We’re past deadline at Fox & Hounds Daily, so these are hastily assembled first impressions of today’s U.S. Senate radio debate. And I’m scoring these folks on presentation—their views on foreign policy and national security, the subject of the debate, are so similar that there is simply no reason to get into that here.

– Carly Fiorina, calling in while her rivals were at the debate in person, sounded scratchy and tired (at least over my Internet connection). Her campaign team, for all its operational successes, needs to do more work on the candidate herself. She managed the terrible trick of managing to sound defensive even when she was attacking.

Advice: next time, try more courtesy. First-time candidates, particularly those who happen to be infrequent voters and who are running against people with long records of public service, should not call their rivals by their first names. Stop saying “Tom” and “Chuck,” and try “Congressman Campbell” and “Assemblyman DeVore.”

– Tom Campbell was OK. He made a game effort to square his record with the right’s current, evangelical-inspired conviction that Israel is the world’s most important country. But I’m not sure he was convincing as a deliverer of red meat—particularly when he suggested that terrorists should be treated like 19th century pirates and hanged. If he really believes that, I’ll buy him lunch the next time I run into him at Chapman University in Orange (where I sometimes teach).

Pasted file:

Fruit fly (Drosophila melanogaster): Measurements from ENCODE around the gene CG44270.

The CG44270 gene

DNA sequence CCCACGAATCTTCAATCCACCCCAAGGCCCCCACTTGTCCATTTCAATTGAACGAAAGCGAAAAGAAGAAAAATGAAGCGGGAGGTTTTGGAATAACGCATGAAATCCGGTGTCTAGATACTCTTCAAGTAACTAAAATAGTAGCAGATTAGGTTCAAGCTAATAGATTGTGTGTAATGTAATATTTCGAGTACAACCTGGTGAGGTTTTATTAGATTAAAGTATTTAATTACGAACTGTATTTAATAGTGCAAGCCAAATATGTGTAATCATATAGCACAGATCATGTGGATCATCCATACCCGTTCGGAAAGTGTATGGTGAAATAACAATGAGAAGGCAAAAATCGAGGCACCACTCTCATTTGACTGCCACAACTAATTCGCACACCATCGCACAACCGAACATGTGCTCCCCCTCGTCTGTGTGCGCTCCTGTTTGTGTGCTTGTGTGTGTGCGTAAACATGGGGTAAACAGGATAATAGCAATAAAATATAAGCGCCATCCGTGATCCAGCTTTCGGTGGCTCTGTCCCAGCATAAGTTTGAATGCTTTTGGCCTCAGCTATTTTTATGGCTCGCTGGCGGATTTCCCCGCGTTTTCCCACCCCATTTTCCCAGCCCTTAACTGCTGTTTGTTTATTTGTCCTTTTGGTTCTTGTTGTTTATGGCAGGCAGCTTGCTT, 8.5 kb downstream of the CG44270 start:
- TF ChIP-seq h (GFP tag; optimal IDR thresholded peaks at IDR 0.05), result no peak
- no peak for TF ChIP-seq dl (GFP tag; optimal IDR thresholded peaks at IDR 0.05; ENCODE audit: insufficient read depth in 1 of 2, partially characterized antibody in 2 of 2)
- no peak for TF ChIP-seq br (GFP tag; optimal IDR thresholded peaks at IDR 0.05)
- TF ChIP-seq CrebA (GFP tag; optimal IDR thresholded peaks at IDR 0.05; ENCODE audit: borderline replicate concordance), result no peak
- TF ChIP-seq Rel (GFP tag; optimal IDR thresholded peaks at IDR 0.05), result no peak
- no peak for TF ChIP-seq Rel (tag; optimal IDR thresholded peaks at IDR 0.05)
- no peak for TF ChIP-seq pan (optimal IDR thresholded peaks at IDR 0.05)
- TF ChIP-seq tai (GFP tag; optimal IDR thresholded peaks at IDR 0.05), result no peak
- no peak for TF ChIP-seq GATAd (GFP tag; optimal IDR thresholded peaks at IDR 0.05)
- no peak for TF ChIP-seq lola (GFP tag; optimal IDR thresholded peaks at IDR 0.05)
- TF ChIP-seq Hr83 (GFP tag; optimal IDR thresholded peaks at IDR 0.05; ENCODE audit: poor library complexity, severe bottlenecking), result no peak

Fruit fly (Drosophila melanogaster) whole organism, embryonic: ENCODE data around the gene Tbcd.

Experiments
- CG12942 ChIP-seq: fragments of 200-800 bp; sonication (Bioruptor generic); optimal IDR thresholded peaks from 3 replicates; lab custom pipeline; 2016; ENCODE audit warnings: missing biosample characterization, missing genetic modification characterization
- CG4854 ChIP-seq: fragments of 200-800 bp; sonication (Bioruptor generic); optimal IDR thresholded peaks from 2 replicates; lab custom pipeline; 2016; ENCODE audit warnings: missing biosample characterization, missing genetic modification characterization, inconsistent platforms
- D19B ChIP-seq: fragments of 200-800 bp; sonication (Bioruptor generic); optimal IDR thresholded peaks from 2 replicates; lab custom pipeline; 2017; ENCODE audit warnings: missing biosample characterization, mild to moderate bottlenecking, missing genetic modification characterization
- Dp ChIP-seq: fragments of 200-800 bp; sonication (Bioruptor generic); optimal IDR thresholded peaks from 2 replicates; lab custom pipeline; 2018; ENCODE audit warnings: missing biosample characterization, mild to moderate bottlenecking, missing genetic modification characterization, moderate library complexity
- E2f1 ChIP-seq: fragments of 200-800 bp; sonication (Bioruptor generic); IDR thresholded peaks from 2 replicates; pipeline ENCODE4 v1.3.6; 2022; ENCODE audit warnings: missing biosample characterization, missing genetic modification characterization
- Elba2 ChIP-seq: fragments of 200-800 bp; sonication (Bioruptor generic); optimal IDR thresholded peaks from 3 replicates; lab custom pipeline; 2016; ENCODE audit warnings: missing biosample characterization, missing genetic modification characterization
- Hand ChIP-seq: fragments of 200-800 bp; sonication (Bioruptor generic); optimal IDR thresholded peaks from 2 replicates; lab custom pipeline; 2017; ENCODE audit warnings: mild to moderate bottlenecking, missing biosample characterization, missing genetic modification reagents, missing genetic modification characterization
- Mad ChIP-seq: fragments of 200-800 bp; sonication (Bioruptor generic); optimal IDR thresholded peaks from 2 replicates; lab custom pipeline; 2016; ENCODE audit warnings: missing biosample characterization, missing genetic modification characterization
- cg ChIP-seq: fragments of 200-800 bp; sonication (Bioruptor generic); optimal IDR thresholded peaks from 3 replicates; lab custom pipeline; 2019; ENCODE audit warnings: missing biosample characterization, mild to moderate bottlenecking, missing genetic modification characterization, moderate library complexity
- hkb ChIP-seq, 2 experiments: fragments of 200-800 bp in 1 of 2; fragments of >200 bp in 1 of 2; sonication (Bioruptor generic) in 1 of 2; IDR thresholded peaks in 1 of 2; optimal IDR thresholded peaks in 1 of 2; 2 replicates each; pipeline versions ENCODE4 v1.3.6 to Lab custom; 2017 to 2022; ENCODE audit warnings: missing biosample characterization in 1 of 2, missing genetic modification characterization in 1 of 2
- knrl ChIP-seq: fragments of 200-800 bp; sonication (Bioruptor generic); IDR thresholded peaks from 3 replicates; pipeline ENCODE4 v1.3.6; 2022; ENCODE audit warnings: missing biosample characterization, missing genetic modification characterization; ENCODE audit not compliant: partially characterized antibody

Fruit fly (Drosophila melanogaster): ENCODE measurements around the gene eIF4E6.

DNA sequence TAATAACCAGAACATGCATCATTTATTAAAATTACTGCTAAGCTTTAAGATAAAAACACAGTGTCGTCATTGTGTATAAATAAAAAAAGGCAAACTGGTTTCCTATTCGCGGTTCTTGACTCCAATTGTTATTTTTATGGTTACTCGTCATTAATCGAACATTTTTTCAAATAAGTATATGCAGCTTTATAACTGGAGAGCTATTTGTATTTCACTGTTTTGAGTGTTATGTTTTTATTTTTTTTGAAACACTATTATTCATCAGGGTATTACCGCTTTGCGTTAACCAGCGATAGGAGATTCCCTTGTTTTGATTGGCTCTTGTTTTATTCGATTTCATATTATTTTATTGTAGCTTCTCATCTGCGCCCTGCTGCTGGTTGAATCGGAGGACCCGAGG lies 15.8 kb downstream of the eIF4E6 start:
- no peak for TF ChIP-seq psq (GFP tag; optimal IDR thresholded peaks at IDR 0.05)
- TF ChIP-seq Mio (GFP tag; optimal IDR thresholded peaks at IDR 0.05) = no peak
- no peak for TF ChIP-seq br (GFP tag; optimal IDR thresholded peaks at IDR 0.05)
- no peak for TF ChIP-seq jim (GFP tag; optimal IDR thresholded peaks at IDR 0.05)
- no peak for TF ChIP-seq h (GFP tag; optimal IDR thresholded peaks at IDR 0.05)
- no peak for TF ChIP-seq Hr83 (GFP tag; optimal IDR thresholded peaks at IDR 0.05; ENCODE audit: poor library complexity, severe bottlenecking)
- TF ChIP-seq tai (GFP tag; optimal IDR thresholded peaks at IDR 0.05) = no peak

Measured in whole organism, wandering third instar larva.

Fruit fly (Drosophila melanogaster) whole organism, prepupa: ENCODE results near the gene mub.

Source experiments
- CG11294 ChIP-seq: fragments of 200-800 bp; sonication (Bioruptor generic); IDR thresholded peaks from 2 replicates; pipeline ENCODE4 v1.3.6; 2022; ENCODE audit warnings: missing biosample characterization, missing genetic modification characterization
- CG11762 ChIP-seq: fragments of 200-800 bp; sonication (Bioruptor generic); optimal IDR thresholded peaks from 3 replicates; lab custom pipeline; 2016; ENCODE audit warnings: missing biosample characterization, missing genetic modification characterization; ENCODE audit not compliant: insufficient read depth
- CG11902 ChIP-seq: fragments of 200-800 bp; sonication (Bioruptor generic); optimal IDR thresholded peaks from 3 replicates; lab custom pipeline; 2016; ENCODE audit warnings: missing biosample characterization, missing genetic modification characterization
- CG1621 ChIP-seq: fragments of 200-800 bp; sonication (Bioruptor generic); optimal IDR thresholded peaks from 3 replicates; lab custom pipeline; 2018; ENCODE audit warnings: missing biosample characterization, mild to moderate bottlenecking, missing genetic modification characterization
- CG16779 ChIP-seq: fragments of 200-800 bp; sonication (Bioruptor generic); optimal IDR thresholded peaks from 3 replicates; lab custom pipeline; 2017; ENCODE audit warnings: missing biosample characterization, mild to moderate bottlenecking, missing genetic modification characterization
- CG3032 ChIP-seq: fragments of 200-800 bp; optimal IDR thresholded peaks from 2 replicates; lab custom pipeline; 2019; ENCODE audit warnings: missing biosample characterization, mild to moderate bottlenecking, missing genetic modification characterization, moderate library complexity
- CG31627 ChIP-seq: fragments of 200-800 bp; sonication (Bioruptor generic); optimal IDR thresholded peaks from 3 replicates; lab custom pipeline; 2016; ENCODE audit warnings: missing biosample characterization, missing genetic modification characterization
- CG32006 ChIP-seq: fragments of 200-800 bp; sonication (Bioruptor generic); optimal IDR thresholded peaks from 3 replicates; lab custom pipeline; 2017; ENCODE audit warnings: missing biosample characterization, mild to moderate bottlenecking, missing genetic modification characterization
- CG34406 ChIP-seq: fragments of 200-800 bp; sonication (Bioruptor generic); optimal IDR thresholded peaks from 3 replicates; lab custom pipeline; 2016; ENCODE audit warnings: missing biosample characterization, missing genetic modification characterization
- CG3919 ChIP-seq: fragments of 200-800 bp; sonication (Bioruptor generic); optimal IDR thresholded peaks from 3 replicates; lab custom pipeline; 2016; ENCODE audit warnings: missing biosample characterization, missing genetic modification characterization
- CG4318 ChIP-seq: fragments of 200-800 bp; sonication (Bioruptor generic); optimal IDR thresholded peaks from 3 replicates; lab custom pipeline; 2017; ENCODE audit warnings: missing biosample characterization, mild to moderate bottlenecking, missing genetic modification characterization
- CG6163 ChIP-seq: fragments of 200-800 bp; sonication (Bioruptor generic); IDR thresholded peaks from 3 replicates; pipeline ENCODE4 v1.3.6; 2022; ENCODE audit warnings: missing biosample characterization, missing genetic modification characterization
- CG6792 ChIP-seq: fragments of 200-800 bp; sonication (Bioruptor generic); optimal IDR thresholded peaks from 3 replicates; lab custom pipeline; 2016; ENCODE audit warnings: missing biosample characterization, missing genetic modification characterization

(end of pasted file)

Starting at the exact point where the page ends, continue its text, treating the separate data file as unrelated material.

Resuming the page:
To his credit, Campbell was clear and rational, and terrific at making Fiorina sound bad by asking pointed questions. But he seems entirely too reasonable to convince today’s Republican voters to cast their ballots for him.

– The clear winner of the encounter was Chuck DeVore. For one, the debate gave him a rare chance to get some attention. And he didn’t blow it. He talked about his own story and biography, in a way that made this listener want to know more. His deep voice sounded great on radio, and he demonstrated the gift, essential for conservatives these days, of sounding reasonable even while saying unreasonable things.

He disagreed with Fiorina without sounding the least bit disagreeable. He also benefited from the fact that Fiorina and Campbell had their guns trained on each other. If this dynamic prevails in future encounters between the candidates, we could see a huge upset in this Senate race.

One bit of advice to Devore. “I’ve been shot at it in Lebanon,” is the beginning of a story, not a line that should be frequently repeated. Next time, say it only once, and then tell us what happened.